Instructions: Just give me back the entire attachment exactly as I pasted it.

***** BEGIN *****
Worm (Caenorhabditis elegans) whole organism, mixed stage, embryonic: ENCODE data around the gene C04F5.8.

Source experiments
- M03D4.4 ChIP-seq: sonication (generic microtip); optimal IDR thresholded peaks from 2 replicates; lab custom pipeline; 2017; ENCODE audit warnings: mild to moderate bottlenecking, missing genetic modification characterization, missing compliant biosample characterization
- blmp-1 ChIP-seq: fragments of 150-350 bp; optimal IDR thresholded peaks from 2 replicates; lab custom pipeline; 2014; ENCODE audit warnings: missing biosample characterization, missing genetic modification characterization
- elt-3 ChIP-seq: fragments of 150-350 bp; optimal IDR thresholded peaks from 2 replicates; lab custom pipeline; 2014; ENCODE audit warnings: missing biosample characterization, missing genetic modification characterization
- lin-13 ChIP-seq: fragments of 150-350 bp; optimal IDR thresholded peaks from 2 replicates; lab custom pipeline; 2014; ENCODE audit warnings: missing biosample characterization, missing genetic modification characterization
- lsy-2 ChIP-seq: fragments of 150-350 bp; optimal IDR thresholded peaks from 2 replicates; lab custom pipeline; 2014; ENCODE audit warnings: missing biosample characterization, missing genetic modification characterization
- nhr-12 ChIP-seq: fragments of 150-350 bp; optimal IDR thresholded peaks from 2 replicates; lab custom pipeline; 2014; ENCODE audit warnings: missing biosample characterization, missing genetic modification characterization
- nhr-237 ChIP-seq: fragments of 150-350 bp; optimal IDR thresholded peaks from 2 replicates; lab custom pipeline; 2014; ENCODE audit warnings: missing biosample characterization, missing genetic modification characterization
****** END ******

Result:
Worm (Caenorhabditis elegans) whole organism, mixed stage, embryonic: ENCODE data around the gene C04F5.8.

Source experiments
- M03D4.4 ChIP-seq: sonication (generic microtip); optimal IDR thresholded peaks from 2 replicates; lab custom pipeline; 2017; ENCODE audit warnings: mild to moderate bottlenecking, missing genetic modification characterization, missing compliant biosample characterization
- blmp-1 ChIP-seq: fragments of 150-350 bp; optimal IDR thresholded peaks from 2 replicates; lab custom pipeline; 2014; ENCODE audit warnings: missing biosample characterization, missing genetic modification characterization
- elt-3 ChIP-seq: fragments of 150-350 bp; optimal IDR thresholded peaks from 2 replicates; lab custom pipeline; 2014; ENCODE audit warnings: missing biosample characterization, missing genetic modification characterization
- lin-13 ChIP-seq: fragments of 150-350 bp; optimal IDR thresholded peaks from 2 replicates; lab custom pipeline; 2014; ENCODE audit warnings: missing biosample characterization, missing genetic modification characterization
- lsy-2 ChIP-seq: fragments of 150-350 bp; optimal IDR thresholded peaks from 2 replicates; lab custom pipeline; 2014; ENCODE audit warnings: missing biosample characterization, missing genetic modification characterization
- nhr-12 ChIP-seq: fragments of 150-350 bp; optimal IDR thresholded peaks from 2 replicates; lab custom pipeline; 2014; ENCODE audit warnings: missing biosample characterization, missing genetic modification characterization
- nhr-237 ChIP-seq: fragments of 150-350 bp; optimal IDR thresholded peaks from 2 replicates; lab custom pipeline; 2014; ENCODE audit warnings: missing biosample characterization, missing genetic modification characterization